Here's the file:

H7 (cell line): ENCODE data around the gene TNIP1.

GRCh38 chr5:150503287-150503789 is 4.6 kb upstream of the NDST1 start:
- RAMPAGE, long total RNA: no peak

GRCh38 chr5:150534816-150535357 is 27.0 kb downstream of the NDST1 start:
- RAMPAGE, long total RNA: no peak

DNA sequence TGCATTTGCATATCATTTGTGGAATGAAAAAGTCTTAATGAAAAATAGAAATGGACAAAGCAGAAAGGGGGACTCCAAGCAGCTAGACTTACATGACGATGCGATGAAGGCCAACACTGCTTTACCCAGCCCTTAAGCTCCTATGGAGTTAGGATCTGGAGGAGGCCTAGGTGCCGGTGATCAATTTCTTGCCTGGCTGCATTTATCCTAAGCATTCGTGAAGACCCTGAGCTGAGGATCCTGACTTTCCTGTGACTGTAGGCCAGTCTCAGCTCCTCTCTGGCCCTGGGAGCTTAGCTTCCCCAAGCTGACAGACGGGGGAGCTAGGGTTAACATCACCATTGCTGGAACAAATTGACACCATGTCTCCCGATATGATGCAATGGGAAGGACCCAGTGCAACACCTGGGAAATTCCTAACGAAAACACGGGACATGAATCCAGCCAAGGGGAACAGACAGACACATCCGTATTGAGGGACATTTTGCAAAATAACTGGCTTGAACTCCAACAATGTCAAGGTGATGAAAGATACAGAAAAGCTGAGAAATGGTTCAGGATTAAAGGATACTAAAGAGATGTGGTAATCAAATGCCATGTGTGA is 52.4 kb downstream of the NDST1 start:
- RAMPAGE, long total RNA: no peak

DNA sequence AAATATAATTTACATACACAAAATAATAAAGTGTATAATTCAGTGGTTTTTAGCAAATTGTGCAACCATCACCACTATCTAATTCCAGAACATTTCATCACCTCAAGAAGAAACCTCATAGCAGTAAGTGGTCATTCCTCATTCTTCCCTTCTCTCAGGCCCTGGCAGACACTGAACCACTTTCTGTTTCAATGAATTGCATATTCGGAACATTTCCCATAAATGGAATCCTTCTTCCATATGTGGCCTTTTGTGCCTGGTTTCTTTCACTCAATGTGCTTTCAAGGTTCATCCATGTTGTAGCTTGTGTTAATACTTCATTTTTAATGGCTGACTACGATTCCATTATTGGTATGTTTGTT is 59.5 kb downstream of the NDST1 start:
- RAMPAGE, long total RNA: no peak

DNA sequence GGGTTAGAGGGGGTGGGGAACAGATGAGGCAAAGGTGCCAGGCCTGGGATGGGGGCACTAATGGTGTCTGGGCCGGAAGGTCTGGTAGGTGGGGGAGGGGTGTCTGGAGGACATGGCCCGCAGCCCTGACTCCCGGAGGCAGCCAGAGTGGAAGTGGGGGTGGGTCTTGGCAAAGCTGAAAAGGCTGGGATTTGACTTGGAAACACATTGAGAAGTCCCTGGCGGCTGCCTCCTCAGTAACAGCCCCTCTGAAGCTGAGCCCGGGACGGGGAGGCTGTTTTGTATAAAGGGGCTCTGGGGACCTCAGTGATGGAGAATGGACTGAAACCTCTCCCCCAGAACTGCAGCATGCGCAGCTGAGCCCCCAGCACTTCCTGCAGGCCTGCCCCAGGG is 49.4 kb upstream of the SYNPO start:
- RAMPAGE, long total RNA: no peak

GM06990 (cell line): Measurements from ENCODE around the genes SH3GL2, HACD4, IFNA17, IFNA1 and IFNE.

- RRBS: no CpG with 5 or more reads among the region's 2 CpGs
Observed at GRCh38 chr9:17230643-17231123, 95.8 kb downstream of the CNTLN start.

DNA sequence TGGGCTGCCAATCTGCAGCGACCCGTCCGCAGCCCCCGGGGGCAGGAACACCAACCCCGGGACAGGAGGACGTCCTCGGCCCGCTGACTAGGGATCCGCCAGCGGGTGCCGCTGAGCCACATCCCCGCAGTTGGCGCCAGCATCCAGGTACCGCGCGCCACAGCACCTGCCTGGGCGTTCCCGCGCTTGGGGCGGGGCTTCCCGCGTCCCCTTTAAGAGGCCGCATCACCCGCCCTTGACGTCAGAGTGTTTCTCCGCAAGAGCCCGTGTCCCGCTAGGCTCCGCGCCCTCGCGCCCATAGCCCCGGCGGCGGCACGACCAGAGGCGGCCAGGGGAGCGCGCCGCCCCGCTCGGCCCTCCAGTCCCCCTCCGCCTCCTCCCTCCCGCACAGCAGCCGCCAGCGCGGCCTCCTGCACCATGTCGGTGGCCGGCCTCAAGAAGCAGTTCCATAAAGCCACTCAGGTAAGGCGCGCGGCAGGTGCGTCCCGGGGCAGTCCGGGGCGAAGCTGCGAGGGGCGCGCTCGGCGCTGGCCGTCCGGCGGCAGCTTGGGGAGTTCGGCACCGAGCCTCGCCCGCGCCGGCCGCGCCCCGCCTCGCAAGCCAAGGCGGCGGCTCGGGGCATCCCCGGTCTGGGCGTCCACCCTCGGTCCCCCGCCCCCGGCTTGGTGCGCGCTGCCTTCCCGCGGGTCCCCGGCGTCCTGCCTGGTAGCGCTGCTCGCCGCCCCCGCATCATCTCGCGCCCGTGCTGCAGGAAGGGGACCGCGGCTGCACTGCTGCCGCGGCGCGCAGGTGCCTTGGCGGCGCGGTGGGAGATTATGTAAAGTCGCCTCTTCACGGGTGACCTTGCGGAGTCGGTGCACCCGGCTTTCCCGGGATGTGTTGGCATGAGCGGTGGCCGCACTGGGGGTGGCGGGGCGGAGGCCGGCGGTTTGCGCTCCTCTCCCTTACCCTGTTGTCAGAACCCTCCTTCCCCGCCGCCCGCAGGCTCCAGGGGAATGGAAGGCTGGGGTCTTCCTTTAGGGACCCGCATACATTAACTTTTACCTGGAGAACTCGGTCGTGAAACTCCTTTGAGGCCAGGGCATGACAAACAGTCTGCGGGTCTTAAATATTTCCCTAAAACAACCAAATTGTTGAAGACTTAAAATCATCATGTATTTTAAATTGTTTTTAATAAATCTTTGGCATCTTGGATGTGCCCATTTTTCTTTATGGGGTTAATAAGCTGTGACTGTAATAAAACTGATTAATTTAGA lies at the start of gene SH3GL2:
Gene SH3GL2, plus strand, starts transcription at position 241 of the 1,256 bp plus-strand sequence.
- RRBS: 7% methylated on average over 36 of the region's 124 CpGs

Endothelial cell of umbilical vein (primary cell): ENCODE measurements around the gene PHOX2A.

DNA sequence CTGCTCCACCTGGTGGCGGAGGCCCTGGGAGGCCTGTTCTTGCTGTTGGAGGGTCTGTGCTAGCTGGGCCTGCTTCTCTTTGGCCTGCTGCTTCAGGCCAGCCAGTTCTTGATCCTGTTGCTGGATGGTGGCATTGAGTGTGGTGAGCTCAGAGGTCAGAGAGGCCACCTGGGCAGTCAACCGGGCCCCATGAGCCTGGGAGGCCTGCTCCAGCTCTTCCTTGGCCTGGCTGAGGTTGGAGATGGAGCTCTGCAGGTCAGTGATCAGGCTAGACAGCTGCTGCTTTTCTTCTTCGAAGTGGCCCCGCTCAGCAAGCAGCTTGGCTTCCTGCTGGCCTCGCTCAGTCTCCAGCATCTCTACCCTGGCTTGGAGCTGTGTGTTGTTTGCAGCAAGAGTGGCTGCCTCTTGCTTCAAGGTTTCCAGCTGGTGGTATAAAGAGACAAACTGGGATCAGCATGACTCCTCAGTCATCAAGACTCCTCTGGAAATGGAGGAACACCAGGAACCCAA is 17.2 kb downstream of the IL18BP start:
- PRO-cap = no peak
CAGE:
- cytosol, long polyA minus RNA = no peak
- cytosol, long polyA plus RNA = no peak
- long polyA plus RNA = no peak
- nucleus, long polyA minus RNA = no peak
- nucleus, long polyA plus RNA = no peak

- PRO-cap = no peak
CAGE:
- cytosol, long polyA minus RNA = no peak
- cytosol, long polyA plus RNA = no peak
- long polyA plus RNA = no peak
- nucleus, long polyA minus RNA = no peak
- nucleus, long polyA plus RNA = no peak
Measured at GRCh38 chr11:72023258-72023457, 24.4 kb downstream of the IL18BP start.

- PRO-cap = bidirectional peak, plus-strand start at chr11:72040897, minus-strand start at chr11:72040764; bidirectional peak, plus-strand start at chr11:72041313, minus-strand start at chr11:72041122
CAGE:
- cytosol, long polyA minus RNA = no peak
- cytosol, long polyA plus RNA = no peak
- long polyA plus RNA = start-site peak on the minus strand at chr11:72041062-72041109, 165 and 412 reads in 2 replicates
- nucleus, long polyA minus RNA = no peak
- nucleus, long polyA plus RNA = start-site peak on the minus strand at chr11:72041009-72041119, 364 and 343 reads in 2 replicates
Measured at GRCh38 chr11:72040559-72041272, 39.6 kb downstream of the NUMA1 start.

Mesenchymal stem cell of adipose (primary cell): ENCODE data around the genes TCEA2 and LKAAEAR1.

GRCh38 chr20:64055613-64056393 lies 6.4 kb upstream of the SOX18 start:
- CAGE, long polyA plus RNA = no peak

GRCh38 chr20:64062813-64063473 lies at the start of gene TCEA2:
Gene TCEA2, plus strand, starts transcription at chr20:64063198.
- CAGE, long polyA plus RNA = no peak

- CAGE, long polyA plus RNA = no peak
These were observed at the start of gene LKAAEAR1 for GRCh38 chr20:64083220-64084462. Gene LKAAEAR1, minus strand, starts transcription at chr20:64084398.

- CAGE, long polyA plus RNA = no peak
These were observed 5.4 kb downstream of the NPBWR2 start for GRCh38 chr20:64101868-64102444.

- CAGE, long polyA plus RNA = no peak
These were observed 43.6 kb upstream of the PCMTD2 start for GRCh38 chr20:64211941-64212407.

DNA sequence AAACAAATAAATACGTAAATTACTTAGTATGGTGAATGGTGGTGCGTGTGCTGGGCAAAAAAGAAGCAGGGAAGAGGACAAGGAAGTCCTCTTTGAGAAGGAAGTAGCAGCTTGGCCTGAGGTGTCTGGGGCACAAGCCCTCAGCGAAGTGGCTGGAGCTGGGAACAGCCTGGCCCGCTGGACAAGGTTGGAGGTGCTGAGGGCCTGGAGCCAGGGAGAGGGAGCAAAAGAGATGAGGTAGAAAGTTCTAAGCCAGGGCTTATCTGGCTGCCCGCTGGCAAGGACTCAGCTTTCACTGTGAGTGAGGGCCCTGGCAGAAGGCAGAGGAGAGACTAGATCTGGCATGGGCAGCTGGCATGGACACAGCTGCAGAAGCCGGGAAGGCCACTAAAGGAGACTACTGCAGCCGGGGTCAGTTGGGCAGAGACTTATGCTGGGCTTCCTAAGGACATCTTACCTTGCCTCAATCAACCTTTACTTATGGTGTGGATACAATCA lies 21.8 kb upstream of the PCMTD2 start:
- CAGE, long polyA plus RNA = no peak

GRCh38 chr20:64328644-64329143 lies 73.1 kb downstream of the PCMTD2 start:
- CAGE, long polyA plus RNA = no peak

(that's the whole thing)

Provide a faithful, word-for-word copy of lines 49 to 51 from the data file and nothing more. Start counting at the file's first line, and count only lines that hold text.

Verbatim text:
- CAGE, long polyA plus RNA = no peak
These were observed at the start of gene LKAAEAR1 for GRCh38 chr20:64083220-64084462. Gene LKAAEAR1, minus strand, starts transcription at chr20:64084398.

- CAGE, long polyA plus RNA = no peak